‘Still Talking,’ White House Says on Noriega : Baker Defends ‘Plea Bargain’ With Noriega

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From Times Wire Services

The White House today defended its consideration of a deal to drop drug indictments against Panamanian strongman Gen. Manuel A. Noriega, saying the United States would have to make concessions to get the general to leave power.

“We’re still talking” about such a deal, chief presidential spokesman Marlin Fitzwater said. “What this amounts to is a plea bargain,” he said. However, the spokesman said no direct negotiations have taken place with Noriega on the matter.

Fitzwater acknowledged that the United States would have to give ground to Noriega, who has been indicted on drug-trafficking charges in U.S. courts, in order to achieve its goal of ousting him as head of the Panama Defense Forces and the country’s de facto ruler.


“Plea bargains usually imply you’re getting something for giving up something,” Fitzwater told reporters at a briefing.

Fitzwater denied that Reagan made “direct contact” with Noriega as reported by Panama’s state-run television.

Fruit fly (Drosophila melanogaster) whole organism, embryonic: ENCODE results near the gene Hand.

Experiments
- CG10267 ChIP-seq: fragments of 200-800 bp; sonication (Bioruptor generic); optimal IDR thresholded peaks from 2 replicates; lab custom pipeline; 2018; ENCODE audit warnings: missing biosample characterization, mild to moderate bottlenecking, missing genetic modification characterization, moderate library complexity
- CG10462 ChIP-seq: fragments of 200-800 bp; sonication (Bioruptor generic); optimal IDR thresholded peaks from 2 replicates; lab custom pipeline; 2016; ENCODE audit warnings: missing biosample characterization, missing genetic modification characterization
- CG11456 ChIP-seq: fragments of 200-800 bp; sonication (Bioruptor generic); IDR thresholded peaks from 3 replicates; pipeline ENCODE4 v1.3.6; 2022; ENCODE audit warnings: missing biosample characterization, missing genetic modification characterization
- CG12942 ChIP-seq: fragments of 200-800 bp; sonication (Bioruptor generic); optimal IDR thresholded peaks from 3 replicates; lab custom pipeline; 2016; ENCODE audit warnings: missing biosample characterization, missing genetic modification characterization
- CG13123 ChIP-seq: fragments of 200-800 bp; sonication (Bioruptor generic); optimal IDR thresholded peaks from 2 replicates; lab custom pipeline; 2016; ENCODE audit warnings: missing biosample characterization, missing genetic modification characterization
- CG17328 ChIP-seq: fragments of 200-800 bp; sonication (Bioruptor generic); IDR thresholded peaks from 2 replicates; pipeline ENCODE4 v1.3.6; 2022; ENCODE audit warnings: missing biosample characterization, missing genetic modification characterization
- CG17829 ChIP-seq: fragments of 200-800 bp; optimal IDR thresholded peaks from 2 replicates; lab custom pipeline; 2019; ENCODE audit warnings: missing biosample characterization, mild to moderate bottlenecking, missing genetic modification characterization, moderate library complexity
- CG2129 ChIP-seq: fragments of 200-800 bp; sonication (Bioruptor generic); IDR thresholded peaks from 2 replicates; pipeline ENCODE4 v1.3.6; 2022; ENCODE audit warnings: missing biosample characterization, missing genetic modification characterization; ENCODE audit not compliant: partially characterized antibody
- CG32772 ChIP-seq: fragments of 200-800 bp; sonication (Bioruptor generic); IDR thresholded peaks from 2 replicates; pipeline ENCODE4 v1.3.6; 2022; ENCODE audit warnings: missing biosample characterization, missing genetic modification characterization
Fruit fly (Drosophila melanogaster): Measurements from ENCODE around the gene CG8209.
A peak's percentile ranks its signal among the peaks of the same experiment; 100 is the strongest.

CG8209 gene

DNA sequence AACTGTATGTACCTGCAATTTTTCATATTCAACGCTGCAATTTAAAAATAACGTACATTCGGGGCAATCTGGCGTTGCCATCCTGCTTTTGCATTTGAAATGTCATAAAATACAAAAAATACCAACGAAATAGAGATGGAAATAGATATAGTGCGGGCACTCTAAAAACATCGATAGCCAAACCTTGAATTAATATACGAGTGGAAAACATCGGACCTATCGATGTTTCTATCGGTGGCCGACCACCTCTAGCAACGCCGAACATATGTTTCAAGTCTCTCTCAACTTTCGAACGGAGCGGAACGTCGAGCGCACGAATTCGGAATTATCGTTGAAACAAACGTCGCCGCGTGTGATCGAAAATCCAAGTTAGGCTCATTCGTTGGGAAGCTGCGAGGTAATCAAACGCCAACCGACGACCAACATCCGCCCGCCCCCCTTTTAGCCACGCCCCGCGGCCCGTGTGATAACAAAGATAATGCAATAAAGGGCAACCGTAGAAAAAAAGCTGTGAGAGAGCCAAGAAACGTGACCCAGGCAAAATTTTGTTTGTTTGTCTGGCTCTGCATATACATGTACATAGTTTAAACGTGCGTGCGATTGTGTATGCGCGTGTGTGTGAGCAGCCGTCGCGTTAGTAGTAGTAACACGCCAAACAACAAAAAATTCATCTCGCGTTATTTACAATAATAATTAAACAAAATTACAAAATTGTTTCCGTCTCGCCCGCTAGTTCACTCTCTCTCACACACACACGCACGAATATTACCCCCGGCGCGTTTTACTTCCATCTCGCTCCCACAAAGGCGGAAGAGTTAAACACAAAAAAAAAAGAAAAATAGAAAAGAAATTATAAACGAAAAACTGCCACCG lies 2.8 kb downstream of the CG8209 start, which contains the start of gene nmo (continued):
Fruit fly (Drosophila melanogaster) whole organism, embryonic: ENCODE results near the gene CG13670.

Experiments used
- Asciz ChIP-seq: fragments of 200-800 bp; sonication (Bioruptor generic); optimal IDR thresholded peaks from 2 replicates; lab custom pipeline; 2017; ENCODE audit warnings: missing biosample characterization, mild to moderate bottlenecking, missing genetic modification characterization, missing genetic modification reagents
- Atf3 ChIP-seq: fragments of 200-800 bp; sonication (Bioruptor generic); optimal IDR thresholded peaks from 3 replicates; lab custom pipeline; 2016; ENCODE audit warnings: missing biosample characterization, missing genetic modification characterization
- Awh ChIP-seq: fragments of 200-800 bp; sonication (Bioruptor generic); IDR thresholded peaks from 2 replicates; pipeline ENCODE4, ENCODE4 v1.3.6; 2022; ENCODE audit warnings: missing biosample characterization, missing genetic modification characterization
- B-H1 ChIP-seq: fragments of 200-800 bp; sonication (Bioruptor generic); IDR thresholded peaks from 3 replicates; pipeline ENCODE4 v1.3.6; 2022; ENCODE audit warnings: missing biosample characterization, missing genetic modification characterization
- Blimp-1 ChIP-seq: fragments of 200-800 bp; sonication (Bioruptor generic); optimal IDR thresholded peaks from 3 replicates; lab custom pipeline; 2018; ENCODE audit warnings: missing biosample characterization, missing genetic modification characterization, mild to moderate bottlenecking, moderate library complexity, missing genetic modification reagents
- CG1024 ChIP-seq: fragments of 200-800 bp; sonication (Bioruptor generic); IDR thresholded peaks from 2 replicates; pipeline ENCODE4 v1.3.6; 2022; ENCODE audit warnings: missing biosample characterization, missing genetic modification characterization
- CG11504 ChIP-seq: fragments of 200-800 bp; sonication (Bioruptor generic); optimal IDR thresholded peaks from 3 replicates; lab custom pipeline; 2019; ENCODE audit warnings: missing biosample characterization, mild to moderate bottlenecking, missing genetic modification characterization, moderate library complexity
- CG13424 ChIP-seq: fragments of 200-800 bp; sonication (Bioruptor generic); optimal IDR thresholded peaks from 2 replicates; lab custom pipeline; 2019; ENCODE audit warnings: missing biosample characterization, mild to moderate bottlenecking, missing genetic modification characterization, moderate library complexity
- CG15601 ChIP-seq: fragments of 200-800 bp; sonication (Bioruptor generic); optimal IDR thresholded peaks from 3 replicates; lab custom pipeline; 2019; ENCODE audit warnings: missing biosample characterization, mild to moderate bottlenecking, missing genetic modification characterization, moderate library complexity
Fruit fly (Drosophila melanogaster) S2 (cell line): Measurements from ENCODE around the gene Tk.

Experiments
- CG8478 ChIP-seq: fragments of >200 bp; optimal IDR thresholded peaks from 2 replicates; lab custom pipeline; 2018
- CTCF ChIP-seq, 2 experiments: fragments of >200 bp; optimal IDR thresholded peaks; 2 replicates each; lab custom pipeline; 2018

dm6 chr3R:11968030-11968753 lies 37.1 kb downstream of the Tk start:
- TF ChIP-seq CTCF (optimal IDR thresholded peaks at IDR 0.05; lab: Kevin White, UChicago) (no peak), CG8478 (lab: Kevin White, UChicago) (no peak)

“The President obviously has directed the negotiations that have gone on there, but I won’t go further,” the spokesman said. “Negotiations are continuing, with no agreements reached.”

‘Fruitful and Productive’

Earlier, White House Chief of Staff Howard H. Baker Jr. told CBS-TV that if such an arrangement got Noriega out of power, “that would be the most fruitful and productive plea bargain that we have seen in a long time.”

Reports of an offer to Noriega brought sharp criticism today from several senators.

Administration sources, speaking on condition of anonymity, said Wednesday that Florida drug-trafficking indictments against the de facto Panamanian ruler would be dropped if he stepped down and left the country for a year. The sources said the Justice Department objected to the offer, which was approved at a White House meeting.

Sen. John Kerry (D-Mass.) said if descriptions of the offer were accurate, it would appear to be a victory for Noriega, allowing his loyalists to retain control while he spent “a year’s vacation on the Riviera.”


“If I was a cop in Boston or Miami or somewhere, I’d sit there and say this Administration has sent a signal that crime does pay,” Kerry said on the CBS show.

Sen. Alfonse M. D’Amato (R-N.Y.), said: “I think it’d be a terrible mistake to take the word of a drug-dealing killer dictator that he’s going to get out and allow free elections sometime next year, and he’d be allowed to stay in until August.”